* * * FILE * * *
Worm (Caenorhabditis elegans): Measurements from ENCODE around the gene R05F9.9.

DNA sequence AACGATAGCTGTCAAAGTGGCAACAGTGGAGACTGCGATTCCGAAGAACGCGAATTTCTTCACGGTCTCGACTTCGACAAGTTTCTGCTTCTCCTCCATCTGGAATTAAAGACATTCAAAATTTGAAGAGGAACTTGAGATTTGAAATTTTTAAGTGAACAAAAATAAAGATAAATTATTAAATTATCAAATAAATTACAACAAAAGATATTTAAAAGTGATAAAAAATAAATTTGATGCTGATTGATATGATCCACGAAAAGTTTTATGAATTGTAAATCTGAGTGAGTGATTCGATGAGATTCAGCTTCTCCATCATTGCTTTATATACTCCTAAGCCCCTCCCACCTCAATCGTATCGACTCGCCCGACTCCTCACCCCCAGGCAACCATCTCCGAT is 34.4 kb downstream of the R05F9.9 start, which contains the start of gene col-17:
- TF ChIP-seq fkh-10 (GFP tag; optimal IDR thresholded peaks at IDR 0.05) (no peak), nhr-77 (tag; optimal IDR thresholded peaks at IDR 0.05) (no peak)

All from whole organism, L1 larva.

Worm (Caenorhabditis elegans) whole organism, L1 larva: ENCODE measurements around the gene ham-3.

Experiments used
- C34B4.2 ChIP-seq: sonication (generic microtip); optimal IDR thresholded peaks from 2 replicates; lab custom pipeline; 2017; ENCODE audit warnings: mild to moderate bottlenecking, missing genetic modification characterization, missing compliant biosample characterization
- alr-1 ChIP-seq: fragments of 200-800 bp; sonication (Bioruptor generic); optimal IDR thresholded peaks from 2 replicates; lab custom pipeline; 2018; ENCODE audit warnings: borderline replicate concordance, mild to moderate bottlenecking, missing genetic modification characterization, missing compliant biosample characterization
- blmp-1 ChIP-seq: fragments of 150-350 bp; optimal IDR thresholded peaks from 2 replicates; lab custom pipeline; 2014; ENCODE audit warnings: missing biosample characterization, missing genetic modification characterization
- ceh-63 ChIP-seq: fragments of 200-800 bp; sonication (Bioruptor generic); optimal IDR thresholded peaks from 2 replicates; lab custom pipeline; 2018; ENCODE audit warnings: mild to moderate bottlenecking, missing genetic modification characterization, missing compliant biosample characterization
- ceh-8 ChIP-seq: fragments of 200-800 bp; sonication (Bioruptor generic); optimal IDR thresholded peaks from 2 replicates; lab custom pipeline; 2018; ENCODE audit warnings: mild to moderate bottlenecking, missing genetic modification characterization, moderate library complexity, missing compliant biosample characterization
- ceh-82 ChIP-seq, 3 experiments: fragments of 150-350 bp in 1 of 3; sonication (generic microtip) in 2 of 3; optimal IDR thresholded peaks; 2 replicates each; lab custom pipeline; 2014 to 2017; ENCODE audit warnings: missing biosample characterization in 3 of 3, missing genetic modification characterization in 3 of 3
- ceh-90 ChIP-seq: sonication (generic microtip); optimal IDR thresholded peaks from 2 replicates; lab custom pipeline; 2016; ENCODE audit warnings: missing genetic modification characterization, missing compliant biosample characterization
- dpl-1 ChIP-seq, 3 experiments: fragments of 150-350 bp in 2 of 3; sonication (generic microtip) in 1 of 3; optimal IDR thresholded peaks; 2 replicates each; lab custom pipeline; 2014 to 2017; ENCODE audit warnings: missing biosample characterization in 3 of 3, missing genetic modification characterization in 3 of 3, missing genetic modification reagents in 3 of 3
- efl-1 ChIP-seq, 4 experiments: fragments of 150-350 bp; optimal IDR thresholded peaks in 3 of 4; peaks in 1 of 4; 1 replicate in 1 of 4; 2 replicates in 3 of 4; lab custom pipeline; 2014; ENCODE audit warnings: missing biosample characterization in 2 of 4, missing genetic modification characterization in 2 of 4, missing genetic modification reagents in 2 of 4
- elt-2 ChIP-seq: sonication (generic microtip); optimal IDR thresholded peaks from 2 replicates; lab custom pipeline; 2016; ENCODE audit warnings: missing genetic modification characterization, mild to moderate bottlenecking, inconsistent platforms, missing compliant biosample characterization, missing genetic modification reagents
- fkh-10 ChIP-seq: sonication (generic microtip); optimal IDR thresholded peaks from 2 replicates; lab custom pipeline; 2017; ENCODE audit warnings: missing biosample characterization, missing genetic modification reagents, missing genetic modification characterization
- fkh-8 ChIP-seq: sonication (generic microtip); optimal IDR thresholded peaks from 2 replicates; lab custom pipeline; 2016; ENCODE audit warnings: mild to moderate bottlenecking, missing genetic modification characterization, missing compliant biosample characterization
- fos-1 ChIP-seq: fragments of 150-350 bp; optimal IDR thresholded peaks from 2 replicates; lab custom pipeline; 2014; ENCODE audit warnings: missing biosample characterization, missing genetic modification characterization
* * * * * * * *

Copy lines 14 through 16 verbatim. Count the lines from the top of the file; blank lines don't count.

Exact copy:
- dpl-1 ChIP-seq, 3 experiments: fragments of 150-350 bp in 2 of 3; sonication (generic microtip) in 1 of 3; optimal IDR thresholded peaks; 2 replicates each; lab custom pipeline; 2014 to 2017; ENCODE audit warnings: missing biosample characterization in 3 of 3, missing genetic modification characterization in 3 of 3, missing genetic modification reagents in 3 of 3
- efl-1 ChIP-seq, 4 experiments: fragments of 150-350 bp; optimal IDR thresholded peaks in 3 of 4; peaks in 1 of 4; 1 replicate in 1 of 4; 2 replicates in 3 of 4; lab custom pipeline; 2014; ENCODE audit warnings: missing biosample characterization in 2 of 4, missing genetic modification characterization in 2 of 4, missing genetic modification reagents in 2 of 4
- elt-2 ChIP-seq: sonication (generic microtip); optimal IDR thresholded peaks from 2 replicates; lab custom pipeline; 2016; ENCODE audit warnings: missing genetic modification characterization, mild to moderate bottlenecking, inconsistent platforms, missing compliant biosample characterization, missing genetic modification reagents